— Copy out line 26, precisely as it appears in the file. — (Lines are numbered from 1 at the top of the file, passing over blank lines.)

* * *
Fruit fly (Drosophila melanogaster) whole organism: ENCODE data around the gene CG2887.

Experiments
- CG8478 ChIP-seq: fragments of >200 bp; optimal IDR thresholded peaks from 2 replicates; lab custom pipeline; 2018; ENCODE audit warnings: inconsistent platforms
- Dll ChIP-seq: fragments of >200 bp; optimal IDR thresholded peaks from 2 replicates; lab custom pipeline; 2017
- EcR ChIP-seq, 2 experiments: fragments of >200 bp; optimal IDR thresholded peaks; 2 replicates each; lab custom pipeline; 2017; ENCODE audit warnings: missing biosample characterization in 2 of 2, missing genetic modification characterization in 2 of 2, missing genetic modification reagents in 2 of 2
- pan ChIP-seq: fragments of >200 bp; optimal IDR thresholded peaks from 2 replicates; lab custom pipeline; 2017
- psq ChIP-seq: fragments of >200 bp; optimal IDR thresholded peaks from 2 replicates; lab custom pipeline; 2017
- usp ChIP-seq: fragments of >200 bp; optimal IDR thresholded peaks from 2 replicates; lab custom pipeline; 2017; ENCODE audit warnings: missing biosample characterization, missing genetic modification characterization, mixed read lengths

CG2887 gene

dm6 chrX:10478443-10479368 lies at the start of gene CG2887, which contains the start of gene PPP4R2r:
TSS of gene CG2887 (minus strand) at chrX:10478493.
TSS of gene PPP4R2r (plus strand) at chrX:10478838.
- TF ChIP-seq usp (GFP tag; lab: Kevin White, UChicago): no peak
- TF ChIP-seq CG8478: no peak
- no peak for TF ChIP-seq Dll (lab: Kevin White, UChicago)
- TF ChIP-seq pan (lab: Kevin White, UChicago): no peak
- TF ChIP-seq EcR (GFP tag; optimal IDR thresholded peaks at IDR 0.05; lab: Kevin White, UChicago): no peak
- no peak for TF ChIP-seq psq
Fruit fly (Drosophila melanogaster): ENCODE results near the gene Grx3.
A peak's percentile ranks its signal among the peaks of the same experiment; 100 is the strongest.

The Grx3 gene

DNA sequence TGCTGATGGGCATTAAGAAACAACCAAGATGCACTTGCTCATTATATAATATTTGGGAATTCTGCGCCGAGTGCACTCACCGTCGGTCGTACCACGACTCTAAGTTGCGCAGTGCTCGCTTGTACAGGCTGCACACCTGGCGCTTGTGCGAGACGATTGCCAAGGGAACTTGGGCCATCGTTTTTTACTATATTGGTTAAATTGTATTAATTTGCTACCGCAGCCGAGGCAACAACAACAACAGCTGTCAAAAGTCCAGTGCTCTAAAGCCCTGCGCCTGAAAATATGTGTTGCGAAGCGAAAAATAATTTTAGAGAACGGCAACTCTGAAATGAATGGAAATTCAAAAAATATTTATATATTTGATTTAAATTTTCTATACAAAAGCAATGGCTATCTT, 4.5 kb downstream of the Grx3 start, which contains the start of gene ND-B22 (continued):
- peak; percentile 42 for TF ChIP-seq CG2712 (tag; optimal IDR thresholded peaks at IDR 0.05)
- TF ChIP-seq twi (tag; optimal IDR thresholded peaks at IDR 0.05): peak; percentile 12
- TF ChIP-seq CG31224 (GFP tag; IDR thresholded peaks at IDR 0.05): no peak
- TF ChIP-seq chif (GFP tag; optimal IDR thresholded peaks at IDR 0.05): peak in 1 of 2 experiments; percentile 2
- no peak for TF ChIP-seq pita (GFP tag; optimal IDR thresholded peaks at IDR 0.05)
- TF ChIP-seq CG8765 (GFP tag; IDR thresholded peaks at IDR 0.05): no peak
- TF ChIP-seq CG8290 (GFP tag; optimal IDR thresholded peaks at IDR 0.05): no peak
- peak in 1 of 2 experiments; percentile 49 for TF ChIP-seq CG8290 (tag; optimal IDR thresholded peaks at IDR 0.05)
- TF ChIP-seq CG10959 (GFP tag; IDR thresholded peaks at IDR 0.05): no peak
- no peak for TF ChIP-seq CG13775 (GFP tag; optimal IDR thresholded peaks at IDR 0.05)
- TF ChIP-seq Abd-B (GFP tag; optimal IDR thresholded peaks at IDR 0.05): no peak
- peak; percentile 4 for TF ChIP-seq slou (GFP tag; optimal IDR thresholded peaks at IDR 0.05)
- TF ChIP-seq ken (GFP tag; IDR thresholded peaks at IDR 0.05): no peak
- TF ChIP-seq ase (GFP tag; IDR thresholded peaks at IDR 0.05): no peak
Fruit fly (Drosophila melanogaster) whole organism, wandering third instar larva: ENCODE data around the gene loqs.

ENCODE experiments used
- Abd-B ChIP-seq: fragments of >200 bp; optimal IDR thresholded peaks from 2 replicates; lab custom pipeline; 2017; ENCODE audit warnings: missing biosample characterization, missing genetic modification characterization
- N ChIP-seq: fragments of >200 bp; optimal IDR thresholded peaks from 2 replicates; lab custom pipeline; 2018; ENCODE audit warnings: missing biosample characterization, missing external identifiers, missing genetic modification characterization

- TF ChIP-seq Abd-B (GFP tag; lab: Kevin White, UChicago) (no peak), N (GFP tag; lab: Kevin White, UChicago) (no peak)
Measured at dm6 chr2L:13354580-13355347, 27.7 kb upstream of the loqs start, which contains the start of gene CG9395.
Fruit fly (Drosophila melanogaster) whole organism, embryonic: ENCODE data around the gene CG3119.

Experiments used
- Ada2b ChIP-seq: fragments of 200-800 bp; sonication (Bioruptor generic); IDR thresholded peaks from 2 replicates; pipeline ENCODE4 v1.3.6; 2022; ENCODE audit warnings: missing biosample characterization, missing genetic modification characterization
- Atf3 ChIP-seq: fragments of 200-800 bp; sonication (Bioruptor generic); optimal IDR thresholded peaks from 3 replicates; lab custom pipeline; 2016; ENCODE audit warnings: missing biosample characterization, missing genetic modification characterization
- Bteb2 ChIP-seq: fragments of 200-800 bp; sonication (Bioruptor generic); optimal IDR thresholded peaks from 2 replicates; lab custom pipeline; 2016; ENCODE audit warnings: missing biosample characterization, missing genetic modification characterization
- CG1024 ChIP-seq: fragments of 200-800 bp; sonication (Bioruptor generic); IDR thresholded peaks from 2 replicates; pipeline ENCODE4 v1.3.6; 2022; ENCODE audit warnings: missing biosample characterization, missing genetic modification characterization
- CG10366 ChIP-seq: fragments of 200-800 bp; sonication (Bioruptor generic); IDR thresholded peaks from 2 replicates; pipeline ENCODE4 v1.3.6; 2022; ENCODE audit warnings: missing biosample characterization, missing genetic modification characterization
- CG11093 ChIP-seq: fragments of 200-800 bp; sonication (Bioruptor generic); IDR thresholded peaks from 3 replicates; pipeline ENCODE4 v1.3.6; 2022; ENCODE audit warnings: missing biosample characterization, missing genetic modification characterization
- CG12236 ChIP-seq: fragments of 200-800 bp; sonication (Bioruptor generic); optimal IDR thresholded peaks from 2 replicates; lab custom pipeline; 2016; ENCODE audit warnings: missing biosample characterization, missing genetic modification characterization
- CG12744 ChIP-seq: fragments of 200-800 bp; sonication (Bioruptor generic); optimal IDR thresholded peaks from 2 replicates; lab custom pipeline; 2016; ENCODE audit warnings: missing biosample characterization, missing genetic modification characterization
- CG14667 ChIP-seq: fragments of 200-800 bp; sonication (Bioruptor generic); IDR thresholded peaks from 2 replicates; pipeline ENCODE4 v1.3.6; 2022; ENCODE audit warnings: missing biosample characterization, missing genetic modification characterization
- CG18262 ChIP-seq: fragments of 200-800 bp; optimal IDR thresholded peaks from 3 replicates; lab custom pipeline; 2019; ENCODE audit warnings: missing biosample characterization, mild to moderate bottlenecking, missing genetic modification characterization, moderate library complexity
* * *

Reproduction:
- TF ChIP-seq chif (GFP tag; optimal IDR thresholded peaks at IDR 0.05): peak in 1 of 2 experiments; percentile 2